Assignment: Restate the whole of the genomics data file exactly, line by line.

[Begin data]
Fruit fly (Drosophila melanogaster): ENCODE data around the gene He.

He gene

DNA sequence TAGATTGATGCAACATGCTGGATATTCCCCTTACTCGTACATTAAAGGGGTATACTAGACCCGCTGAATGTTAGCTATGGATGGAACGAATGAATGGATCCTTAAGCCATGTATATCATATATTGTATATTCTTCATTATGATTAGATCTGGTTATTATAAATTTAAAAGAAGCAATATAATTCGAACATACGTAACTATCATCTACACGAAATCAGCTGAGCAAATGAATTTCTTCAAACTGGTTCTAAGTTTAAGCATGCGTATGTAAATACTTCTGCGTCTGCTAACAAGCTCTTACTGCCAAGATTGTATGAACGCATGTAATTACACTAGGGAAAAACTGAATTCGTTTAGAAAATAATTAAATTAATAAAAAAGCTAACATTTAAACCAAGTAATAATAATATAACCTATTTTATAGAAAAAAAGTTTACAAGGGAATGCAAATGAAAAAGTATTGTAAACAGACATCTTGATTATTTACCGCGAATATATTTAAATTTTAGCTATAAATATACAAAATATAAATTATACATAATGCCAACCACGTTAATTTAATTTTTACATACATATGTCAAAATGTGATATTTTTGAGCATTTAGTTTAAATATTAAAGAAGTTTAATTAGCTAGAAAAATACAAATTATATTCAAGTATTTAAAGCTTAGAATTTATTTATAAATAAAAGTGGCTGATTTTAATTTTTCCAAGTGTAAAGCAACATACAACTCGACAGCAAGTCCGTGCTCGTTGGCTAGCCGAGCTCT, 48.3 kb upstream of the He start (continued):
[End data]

Fruit fly (Drosophila melanogaster): ENCODE data around the gene He.

He gene

DNA sequence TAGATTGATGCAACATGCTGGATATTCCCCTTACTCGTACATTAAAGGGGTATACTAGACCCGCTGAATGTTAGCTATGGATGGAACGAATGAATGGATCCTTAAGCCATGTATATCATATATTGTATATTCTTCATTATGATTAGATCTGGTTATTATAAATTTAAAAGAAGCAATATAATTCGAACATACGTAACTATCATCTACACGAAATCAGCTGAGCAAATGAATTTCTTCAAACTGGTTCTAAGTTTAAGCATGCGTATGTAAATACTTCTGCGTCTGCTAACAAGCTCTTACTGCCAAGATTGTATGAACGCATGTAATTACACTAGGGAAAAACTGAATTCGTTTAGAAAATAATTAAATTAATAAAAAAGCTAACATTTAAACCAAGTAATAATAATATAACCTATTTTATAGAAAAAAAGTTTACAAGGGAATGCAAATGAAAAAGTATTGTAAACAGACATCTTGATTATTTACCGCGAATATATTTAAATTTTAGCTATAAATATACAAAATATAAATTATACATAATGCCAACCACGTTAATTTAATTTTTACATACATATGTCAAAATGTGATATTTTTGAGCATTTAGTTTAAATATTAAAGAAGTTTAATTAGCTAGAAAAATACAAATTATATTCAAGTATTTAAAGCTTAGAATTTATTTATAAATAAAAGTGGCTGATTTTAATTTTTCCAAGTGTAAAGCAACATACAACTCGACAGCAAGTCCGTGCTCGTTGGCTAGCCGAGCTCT, 48.3 kb upstream of the He start (continued):